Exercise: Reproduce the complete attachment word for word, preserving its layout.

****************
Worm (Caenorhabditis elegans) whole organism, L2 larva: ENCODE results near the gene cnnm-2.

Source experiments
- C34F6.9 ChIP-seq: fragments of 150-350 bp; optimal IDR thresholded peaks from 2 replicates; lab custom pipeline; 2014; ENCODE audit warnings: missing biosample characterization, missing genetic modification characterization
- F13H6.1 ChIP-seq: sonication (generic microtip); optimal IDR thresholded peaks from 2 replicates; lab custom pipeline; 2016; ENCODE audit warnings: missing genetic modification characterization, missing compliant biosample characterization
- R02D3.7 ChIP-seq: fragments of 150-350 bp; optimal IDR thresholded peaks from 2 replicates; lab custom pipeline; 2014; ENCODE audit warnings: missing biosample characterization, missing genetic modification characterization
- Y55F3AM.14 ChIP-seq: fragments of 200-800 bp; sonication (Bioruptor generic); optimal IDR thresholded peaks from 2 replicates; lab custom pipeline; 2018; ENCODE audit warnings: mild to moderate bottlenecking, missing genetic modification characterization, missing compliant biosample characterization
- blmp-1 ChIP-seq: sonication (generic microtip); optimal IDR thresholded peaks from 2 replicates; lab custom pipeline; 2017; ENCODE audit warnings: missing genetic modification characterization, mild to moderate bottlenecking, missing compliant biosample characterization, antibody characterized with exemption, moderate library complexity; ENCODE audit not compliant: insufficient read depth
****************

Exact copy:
Worm (Caenorhabditis elegans) whole organism, L2 larva: ENCODE results near the gene cnnm-2.

Source experiments
- C34F6.9 ChIP-seq: fragments of 150-350 bp; optimal IDR thresholded peaks from 2 replicates; lab custom pipeline; 2014; ENCODE audit warnings: missing biosample characterization, missing genetic modification characterization
- F13H6.1 ChIP-seq: sonication (generic microtip); optimal IDR thresholded peaks from 2 replicates; lab custom pipeline; 2016; ENCODE audit warnings: missing genetic modification characterization, missing compliant biosample characterization
- R02D3.7 ChIP-seq: fragments of 150-350 bp; optimal IDR thresholded peaks from 2 replicates; lab custom pipeline; 2014; ENCODE audit warnings: missing biosample characterization, missing genetic modification characterization
- Y55F3AM.14 ChIP-seq: fragments of 200-800 bp; sonication (Bioruptor generic); optimal IDR thresholded peaks from 2 replicates; lab custom pipeline; 2018; ENCODE audit warnings: mild to moderate bottlenecking, missing genetic modification characterization, missing compliant biosample characterization
- blmp-1 ChIP-seq: sonication (generic microtip); optimal IDR thresholded peaks from 2 replicates; lab custom pipeline; 2017; ENCODE audit warnings: missing genetic modification characterization, mild to moderate bottlenecking, missing compliant biosample characterization, antibody characterized with exemption, moderate library complexity; ENCODE audit not compliant: insufficient read depth